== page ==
We need to change the way we think about discipline. It’s true that traditional ‘discipline’ (separation, shame, consequences/punishment that don’t make sense) might bring compliant children, but what happens when the fear of punishment or separation isn’t there? Or when they learn that the best way to avoid punishment is to keep you out of the loop?

Our greatest parenting ‘tool’ is our use of self - our wisdom, modelling, conversations, but for any of this to have influence we need access to their ‘thinking’ brain - the prefrontal cortex - the part that can learn, think through consequences, plan, make deliberate decisions. During stress this part switches off. It is this way for all of us. None of us are up for lectures or learning (or adorable behaviour) when we’re stressed.

The greatest stress for young brains is a felt sense of separation from their important people. It’s why time-outs, shame, calm down corners/chairs/spaces which insist on separation just don’t work. They create compliance, but a compliant child doesn’t mean a calm child. As long as a child doesn’t feel calm and safe, we have no access to the part of the brain that can learn and be influenced by us.

Behind all behaviour is a need - power,  influence, independence, attention (connection), to belong, sleep - to name a few). The need will be valid. Children are still figuring out the world (aren’t we all) and their way of meeting a need won’t always make sense. Sometimes it will make us furious. (And sometimes because of that we’ll also lose our thinking brains and say or do things that aren’t great.)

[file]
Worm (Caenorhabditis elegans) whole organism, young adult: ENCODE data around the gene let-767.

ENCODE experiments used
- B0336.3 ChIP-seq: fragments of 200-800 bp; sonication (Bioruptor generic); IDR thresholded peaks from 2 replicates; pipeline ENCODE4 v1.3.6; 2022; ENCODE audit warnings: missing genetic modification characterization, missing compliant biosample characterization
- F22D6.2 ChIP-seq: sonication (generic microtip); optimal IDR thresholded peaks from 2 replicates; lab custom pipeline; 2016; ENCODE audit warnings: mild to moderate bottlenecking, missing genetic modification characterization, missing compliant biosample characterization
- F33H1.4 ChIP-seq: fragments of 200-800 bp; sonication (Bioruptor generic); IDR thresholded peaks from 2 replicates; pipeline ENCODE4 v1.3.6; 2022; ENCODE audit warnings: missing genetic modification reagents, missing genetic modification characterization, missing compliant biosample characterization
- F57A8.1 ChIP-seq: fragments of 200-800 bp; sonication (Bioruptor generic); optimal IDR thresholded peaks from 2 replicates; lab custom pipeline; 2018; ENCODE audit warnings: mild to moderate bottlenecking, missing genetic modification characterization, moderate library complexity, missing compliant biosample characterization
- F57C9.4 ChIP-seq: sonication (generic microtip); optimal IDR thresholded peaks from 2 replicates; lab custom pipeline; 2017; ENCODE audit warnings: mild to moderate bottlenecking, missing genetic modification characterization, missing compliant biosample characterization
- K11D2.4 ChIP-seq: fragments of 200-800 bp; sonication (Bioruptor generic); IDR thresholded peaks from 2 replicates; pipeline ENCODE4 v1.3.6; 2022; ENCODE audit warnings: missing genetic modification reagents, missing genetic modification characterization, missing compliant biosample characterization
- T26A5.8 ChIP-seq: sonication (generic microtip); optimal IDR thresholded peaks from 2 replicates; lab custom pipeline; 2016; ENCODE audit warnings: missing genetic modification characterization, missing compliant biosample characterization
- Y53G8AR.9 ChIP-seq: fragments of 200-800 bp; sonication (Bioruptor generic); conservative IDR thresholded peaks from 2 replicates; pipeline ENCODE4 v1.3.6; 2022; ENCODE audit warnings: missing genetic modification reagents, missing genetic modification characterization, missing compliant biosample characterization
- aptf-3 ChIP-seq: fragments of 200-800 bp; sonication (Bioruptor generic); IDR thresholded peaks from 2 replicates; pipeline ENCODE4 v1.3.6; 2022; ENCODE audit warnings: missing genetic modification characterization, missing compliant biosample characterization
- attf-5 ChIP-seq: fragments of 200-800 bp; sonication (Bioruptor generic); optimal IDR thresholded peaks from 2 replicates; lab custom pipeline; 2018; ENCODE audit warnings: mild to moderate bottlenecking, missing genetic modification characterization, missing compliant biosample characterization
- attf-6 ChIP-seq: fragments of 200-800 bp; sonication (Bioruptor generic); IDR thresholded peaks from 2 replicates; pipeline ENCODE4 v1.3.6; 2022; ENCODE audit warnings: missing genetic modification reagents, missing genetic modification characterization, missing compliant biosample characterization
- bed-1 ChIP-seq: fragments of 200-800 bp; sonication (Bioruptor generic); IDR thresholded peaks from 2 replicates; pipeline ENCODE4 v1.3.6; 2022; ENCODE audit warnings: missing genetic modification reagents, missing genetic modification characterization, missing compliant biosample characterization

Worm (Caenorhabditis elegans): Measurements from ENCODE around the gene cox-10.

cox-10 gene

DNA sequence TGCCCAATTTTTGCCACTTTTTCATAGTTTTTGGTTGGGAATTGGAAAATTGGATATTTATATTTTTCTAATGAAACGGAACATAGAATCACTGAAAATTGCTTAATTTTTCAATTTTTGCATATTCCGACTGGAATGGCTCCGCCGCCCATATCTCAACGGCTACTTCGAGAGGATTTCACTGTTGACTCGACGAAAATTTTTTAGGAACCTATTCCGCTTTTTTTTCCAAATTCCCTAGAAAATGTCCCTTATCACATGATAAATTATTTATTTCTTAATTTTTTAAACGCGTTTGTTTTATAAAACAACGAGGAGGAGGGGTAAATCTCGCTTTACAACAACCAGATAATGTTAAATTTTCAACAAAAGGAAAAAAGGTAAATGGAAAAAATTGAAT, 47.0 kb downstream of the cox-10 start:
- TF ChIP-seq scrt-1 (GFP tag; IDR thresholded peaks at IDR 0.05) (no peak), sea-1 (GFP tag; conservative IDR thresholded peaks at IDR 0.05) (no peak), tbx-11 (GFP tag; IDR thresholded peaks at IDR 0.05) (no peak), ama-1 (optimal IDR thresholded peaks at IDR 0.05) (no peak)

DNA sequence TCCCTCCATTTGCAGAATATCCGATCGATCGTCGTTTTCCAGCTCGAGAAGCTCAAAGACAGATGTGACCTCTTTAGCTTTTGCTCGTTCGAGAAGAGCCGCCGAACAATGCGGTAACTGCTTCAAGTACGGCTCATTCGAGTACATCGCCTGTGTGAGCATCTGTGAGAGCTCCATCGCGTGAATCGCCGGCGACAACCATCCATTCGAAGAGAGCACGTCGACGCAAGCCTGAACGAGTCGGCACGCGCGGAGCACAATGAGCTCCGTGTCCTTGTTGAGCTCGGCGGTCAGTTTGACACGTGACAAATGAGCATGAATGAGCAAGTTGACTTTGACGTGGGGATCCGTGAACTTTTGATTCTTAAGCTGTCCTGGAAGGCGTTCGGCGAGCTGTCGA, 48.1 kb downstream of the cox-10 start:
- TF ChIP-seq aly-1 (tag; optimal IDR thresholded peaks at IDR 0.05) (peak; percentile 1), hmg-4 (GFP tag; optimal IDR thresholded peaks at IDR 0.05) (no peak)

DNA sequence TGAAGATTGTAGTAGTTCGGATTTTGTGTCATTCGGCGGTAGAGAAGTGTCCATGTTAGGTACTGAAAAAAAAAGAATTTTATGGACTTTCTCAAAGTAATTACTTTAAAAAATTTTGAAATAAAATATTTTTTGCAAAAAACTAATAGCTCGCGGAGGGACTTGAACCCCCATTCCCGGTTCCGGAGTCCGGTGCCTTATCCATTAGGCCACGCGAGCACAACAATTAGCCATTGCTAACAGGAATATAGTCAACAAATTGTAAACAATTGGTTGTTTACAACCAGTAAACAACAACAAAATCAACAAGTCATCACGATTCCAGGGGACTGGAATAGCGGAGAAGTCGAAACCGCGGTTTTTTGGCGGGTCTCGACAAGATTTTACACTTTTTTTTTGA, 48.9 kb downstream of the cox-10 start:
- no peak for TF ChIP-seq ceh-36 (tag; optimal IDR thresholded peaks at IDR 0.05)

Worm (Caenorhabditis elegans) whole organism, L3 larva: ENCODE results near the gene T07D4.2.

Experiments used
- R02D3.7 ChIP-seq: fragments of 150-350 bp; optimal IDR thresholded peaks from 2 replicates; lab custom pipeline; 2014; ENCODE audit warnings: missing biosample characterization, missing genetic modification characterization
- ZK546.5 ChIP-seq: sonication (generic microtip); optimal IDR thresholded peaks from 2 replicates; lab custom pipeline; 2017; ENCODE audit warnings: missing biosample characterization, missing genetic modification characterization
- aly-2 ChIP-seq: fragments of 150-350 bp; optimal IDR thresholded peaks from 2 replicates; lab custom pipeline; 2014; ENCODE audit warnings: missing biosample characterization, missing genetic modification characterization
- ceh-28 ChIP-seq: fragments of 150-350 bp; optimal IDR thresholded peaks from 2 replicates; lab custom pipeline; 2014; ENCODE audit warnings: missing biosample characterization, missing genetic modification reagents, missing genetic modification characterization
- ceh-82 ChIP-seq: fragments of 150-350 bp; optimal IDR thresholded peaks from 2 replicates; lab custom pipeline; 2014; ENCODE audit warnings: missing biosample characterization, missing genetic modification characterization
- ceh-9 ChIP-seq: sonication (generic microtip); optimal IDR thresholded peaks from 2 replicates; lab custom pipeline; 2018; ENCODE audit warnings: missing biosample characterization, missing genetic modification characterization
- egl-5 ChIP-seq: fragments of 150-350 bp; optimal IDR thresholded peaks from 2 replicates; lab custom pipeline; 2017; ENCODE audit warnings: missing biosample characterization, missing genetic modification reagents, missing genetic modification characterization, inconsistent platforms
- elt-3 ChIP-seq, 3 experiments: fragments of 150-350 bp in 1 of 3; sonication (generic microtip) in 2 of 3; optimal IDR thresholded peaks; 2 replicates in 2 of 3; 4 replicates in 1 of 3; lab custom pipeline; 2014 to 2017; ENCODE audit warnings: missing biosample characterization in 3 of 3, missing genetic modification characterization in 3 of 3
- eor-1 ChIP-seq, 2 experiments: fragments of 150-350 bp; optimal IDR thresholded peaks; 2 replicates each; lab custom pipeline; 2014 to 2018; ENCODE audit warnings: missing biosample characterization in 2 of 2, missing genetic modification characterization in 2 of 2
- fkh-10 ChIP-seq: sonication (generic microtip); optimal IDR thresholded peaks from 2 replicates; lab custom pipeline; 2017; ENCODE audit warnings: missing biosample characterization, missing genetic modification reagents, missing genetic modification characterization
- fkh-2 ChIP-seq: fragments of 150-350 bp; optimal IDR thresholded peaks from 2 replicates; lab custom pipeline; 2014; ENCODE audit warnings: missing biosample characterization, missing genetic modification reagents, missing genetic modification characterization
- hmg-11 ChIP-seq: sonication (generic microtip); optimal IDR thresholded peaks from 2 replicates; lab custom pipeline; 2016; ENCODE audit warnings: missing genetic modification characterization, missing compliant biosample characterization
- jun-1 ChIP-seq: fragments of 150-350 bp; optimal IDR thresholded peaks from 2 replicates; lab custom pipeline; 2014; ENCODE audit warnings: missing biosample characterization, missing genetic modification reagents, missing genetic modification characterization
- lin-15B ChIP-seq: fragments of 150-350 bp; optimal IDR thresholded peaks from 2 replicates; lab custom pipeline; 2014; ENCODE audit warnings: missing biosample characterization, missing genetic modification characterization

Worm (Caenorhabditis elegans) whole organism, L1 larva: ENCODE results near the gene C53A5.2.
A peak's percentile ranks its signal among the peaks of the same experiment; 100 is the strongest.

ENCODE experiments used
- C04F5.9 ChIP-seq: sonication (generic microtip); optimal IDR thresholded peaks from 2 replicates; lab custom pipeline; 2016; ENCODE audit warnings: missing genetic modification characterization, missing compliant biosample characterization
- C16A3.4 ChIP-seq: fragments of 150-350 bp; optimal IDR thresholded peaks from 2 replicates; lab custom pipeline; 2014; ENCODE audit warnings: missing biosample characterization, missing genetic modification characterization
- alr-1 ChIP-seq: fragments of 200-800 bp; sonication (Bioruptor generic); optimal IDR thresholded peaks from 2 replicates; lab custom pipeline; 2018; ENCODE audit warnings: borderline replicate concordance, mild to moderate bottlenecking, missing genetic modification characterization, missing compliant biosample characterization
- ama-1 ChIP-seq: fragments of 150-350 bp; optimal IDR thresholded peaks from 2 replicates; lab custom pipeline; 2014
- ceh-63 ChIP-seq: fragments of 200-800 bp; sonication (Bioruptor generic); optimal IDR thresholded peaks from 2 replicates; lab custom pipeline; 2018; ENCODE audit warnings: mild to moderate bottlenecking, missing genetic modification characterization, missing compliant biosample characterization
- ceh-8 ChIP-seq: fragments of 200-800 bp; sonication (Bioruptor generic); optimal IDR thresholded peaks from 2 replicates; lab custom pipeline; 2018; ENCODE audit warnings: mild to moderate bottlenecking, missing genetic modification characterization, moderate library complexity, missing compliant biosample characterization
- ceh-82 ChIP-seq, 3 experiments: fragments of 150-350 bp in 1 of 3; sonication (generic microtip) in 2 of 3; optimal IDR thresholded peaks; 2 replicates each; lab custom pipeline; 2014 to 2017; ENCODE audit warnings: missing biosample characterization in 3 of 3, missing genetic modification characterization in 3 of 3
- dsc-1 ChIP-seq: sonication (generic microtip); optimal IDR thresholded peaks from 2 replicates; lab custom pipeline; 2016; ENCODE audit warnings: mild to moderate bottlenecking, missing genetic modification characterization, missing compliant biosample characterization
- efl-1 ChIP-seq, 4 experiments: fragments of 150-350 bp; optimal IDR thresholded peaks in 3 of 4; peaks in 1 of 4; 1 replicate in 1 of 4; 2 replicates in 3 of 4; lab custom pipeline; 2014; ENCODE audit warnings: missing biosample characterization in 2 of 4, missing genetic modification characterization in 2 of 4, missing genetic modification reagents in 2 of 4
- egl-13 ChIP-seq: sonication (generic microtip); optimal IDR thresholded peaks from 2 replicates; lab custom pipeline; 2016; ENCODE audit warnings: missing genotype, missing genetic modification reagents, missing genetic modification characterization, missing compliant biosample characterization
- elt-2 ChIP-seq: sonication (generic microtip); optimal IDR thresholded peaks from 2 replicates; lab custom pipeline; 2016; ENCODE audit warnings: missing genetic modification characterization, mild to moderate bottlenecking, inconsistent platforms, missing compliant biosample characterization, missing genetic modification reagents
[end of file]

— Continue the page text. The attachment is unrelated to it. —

So what do we do when they get it wrong? The same thing we hope our people will do when we get things wrong. First, we recognise that the behaviour is not a sign of a bad child or a bad parent, but their best attempt to meet a need with limited available resources. Then we collect them - we calm ourselves so we can bring calm to them. Breathe, be with. Then we connect through validation. Finally, when their bodies are calm and their thinking brain is back, talk about what’s happened, what they can do differently next time, and how they can put things right. Collect, connect, redirect.
Our nervous systems are talking to each other every minute of every day. We will catch what our children are feeling and they will catch ours. We feel their distress, and this can feed their distress. Our capacity to self-regulate is the circuit breaker. 

Children create their distress in us as a way to recruit support to help them carry the emotional load. It’s how it’s meant to be. Whatever you are feeling is likely to be a reflection what your children are feeling. If you are frustrated, angry, helpless, scared, it’s likely that they are feeling that way too. Every response in you and in them is relevant. 

You don’t need to fix their feelings. Let their feelings come, so they can go. The healing is in the happening. 

In that moment of big feelings it’s more about who you are than what you do. Feel what they feel with a strong, steady heart. They will feel you there with them. They will feel it in you that you get them, that you can handle whatever they are feeling, and that you are there. This will help calm them more than anything. We feel safest when we are ‘with’. Feel the feeling, breathe, and be with - and you don’t need to do more than that. 
There will be a time for teaching, learning, redirecting, but the middle of a storm is not that time.♥️